A new creative hub in Doha looks to position itself as the new heart of Qatar’s fashion and design industry
The M7 Design and Cultural Hub is the architectural anchor of the 31-hectare Msheireb mixed-use development
The building has been designed by John McAslan + Partners
M7 was conceived as a diverse mix of cultural and education functions
A new creative hub in Doha looks to position itself as the new heart of Qatar’s fashion and design industry – as well as a public showcase for innovation and entrepreneurship in the region.
The M7 Design and Cultural Hub, designed by John McAslan + Partners, is the architectural anchor of the 31-hectare Msheireb mixed-use development.
Established by Qatar Museums, under the leadership of Sheikha Al Mayassa bint Hamad bin Khalifa Al Thani – the sister of Qatar's ruling Emir Tamim bin Hamad Al Thani – M7 "empowers designers to explore, collaborate and develop successful businesses".
M7 was conceived as a diverse mix of cultural and education functions layered together around a central courtyard allowing interdisciplinary creativity to flourish and providing a vibrant and dynamic hub, for fashion, design and technology within Qatar and the region.
A rooftop restaurant overlooks the new Al Baraha square – the central public space within the new Msheireb development, and creates a dialogue with the new flagship Mandarin Oriental Hotel opposite, also designed by John McAslan and Partners.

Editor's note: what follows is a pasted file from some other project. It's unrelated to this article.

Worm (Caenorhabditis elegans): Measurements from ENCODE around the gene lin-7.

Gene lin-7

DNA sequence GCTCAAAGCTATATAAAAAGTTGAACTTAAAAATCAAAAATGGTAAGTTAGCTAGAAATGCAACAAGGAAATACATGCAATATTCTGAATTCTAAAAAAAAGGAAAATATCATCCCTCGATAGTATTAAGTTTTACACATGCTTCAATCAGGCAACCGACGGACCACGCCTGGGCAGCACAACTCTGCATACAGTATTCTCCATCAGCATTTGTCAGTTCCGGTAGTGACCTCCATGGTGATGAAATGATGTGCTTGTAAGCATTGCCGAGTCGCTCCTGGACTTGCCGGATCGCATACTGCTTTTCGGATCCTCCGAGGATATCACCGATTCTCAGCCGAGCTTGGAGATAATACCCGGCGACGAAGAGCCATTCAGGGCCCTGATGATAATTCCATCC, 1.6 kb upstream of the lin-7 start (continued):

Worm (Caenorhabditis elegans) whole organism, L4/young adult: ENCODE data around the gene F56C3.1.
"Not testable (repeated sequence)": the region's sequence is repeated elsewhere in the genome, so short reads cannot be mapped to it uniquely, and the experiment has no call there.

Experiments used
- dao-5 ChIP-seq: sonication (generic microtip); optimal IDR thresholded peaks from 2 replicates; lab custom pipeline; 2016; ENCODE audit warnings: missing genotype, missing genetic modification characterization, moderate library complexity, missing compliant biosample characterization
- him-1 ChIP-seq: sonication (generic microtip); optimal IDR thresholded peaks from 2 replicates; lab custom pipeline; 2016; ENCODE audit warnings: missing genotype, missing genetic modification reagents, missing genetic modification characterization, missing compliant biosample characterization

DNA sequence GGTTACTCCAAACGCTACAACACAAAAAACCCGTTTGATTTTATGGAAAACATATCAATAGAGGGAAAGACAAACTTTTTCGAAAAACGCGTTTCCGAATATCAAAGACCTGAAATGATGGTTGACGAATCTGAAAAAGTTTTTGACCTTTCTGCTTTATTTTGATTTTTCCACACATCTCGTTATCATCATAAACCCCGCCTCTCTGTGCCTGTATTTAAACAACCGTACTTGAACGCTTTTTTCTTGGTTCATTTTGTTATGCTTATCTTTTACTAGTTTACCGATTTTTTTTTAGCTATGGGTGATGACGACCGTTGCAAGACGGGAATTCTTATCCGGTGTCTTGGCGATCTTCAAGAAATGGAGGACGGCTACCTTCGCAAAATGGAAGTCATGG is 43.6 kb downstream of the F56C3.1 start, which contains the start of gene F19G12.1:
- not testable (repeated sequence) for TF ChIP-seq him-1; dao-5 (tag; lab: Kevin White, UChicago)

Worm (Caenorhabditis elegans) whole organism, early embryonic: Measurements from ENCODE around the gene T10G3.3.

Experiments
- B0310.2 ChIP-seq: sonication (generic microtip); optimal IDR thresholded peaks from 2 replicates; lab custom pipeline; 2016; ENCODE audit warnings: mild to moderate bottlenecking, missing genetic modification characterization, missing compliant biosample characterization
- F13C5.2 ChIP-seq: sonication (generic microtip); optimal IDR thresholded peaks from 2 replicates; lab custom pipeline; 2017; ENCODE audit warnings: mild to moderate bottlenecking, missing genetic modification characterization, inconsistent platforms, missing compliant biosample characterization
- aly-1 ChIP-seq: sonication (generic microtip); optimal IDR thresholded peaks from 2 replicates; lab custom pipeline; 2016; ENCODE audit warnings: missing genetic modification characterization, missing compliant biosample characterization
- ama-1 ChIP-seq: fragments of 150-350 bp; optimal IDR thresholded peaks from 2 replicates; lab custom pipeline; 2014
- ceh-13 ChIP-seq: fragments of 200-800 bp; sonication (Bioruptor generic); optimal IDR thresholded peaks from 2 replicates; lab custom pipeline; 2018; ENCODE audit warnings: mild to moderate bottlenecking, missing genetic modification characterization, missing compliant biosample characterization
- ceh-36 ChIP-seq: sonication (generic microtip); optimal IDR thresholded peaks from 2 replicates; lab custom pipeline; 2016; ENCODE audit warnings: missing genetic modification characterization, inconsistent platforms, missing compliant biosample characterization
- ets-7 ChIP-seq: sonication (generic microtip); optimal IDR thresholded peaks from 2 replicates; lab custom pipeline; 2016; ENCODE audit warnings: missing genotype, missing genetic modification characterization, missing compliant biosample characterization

Comprising tight-knit and compact urban blocks incorporating museums, a mosque, shopping arcades, homes and offices along shaded streets, the Msheireb district of Doha has been designed as a ‘walkable city’ served by trams and a Metro.
M7 is at the heart of Msheireb and its design echoes elements found in traditional Qatari architecture while countering the sweeping internationalised urban makeovers common in the Emirates and Gulf States.
According to architect John McAslan, M7 demonstrates Qatar’s aspiration to explore its own heritage while reaching out to other places and diverse cultures.
“In essence, we've striven to design a building that radiates a sense of shared discovery," McAslan said.
"Taking as its inspiration the traditional Qatari courtyard house, the building quality of presence and the internal atmosphere is conceived as a massive stone block from which spaces and courtyards are carved.”
Public space flows into the building, a place of layered activities and spaces celebrating design, fashion, music, cinema and contemporary arts.
Its heart is a generous atrium surrounded by grand processional stairs and surmounted by a skylight, its Islamic-patterned screen diffusing sunlight through the building.
McAslan added: “This light-dappled environment, reminiscent of the neighbouring historic Souk Waqif, offers a vibrant marketplace of the arts in which Islamic and modern architecture come together."